An Error in the Legal Description of the Deed: What Happens Now?

An Error in the Legal Description of the Deed: What Happens Now?

What can the buyer do when a real estate deed carries an incorrect legal description of the property? Perhaps it describes the wrong parcel, or fails to reflect all land purchased in the sale. 

An error in a legal description of a property has consequences. It can affect taxes. As lenders extend loans based on a percentage of the property’s appraised value, footage mistakes can sink a loan approval. If the error is neglected, disputes can arise later, and they can become the stuff of nightmares.

Worst-Case Scenarios

Some deeds bear legal descriptions drafted using early survey methods, pre-dating GPS measurements. Some have errors in lot descriptions that get passed unwittingly from one owner to the next—a sort of legal time bomb waiting to take someone by surprise.

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The Quitclaim Deed’s Function in a Contract for Deed Sale

A contract for deed sale can present a convenient alternative to the traditional real estate conveyance. In this owner-financed deal, the buyer usually lives on the property upon the execution of the contract. While enjoying the property, the buyer pays for it in monthly installments, until the agreed-upon price has been paid in full.

Down the road, when full payment is complete, the purchaser formally acquires the title deed. This event occurs through a warranty deed, which guarantees that the seller is the sole party with any claim on the property to be conveyed – no exceptions, unless stated on the deed.

If things don’t go as planned, and the buyer defaults, recovery of the property can be a time-consuming process. Defaults happen, so a seller should consider having the buyer sign a quitclaim deed as part of the execution of the contract. A quitclaim is a non-warranty deed. It conveys property with no warranty for the title. Through this document, if it becomes needed, the buyer will relinquish any claim on the property.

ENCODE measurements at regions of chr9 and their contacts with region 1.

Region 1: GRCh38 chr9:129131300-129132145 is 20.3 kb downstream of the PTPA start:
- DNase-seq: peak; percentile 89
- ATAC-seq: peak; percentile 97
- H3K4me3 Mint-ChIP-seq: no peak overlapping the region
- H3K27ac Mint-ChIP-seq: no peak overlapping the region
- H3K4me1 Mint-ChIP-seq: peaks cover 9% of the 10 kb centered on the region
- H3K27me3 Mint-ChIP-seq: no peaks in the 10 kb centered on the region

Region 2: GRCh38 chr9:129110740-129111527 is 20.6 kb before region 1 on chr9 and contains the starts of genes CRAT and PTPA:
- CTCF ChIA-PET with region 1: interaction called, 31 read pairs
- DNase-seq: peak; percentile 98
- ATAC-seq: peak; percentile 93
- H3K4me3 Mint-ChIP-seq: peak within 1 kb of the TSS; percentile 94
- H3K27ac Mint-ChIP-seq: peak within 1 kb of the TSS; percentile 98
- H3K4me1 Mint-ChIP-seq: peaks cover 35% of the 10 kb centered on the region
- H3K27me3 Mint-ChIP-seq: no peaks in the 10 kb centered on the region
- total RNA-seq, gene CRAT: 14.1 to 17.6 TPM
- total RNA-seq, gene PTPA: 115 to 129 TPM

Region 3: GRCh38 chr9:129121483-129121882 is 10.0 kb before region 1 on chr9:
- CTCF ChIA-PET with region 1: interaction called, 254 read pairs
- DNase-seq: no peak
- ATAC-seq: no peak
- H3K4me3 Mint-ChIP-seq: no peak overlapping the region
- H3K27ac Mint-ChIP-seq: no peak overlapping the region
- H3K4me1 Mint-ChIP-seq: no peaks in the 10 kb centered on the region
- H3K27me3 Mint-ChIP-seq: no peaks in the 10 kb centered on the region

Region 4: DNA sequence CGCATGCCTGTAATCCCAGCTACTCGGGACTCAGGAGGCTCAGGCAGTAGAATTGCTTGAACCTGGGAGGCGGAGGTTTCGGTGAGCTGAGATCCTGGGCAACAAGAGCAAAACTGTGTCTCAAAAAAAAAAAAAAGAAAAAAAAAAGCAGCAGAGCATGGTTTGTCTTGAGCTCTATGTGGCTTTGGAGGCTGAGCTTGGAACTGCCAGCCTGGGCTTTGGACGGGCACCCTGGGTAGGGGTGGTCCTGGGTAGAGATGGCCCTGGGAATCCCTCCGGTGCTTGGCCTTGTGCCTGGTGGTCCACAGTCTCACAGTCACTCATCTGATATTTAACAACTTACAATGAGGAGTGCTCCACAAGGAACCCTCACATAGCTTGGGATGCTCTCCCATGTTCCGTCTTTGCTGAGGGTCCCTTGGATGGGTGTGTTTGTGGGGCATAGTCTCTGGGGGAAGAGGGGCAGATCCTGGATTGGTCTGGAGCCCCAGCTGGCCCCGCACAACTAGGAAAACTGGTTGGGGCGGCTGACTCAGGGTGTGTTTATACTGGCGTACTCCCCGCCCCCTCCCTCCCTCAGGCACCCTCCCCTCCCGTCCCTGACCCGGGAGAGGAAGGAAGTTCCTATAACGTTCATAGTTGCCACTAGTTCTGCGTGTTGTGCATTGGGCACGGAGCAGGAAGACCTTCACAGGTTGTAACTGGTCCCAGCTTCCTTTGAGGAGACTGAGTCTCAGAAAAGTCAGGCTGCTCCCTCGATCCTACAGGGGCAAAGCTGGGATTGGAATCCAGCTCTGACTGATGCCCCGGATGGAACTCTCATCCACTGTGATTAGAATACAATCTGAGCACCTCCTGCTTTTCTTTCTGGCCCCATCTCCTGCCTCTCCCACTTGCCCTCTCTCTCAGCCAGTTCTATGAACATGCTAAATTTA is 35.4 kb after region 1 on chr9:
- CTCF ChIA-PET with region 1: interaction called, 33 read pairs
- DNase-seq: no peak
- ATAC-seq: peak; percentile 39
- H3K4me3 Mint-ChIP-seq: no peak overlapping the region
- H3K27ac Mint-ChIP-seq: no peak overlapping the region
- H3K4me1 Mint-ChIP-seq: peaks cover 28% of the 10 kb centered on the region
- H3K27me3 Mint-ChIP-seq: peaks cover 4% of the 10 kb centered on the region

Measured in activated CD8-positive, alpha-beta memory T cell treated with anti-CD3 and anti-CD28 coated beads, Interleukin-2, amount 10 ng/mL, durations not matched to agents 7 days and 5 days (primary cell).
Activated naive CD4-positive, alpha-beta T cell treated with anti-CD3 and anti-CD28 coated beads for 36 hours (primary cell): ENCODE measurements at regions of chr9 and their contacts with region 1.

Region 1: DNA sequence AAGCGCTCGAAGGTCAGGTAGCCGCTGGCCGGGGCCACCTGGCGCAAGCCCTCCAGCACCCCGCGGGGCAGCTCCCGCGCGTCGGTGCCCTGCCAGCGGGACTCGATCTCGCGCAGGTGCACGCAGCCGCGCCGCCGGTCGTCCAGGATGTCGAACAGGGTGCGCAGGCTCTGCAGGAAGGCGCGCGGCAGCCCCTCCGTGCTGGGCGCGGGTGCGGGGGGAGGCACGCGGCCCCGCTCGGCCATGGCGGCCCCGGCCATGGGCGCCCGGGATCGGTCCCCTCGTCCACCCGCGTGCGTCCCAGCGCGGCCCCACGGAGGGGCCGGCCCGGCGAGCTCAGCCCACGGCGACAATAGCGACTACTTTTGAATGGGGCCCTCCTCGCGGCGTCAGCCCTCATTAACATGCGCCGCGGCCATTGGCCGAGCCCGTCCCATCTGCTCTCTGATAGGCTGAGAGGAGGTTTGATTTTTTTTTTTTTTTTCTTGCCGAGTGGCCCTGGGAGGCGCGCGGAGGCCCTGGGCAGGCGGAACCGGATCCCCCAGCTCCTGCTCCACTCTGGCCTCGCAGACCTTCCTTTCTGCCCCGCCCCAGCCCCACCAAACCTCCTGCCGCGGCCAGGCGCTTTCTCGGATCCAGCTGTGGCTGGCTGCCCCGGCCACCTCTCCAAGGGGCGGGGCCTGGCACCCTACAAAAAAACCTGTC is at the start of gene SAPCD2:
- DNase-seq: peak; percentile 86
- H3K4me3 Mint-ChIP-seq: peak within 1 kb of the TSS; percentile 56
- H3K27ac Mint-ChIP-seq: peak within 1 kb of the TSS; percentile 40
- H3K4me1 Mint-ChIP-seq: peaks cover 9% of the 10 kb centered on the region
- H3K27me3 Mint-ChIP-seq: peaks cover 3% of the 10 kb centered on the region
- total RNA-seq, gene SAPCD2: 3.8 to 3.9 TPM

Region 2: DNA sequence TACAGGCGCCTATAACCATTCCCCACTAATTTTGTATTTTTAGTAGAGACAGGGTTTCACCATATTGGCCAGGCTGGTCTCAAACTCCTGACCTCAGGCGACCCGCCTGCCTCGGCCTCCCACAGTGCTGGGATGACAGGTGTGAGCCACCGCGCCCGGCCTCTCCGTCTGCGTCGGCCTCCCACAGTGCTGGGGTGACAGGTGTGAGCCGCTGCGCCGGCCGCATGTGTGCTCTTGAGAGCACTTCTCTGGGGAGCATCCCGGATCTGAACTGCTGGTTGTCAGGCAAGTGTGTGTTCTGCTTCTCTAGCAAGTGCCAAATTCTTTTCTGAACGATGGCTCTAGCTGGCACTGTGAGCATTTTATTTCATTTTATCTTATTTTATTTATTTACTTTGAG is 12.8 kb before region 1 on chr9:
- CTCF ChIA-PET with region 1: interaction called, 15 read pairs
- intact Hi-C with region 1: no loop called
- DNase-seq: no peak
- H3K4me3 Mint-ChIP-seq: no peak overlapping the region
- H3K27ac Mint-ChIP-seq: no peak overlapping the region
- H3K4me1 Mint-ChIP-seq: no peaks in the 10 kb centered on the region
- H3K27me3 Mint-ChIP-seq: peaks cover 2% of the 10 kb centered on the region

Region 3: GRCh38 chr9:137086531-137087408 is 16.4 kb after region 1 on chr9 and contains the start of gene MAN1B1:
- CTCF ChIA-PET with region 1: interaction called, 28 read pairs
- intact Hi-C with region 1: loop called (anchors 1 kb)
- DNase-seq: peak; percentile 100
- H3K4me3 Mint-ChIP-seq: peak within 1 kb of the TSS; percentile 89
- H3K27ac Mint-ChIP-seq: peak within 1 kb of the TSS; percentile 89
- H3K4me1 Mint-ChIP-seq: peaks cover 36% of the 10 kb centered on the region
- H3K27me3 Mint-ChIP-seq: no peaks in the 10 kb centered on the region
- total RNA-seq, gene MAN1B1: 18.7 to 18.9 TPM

Here, we look at how the contract for deed sale works, and briefly examine the function of the quitclaim deed.

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What is a Life Estate?

You may know of someone with “life rights” to a property. They are known as life tenants, and the persons involved have the right to occupy and use their property for the rest of their lives. This is known as a life estate. While they enjoy the benefits of the property that any owner would, there are limitations. Life tenants cannot sell or transfer the property, or mortgage the property in their own names. Life estates are usually irrevocable once put into place. They are an estate planning tool that helps avoid probate when the life tenants die. At the life tenant’s death, the beneficiary files the death certificate in the local land office and receives title to the property. A life estate deed avoids the gift tax that would occur if a parent signed over their home to their children during their lifetime. The life tenant does not include their property in their will since the life estate deed establishes the owner of the property.

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The Real Estate Deal, Decluttered: Blockchain and Deed Recording

Throughout the past decade, blockchain technology has evolved from an upstart concept to early adoption in banking and a host of other industries. Many people are eager to learn about blockchain and how it can change the way we do business.

What, we might wonder, can the blockchain do to remedy the hurdles and risks that pervade the real estate industry?

The question is now ripe. Today, we can review early examples of blockchain technology in action, modernizing property conveyance. Specifically, blockchain applied to real estate has obvious potential for improving the deed recording process.

How will blockchain make things better?

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Understanding the Deed in Lieu of Foreclosure Process

Losing a home to foreclosure is devastating, no matter the circumstances. To avoid the actual foreclosure process, the homeowner may opt to use a deed in lieu of foreclosure, also known as a mortgage release. In simplest terms, a deed in lieu of foreclosure is a document transferring the title of a home from the homeowner to the mortgage lender. The lender is basically taking back the property. While similar to a short sale, a deed in lieu of foreclosure is a different transaction.

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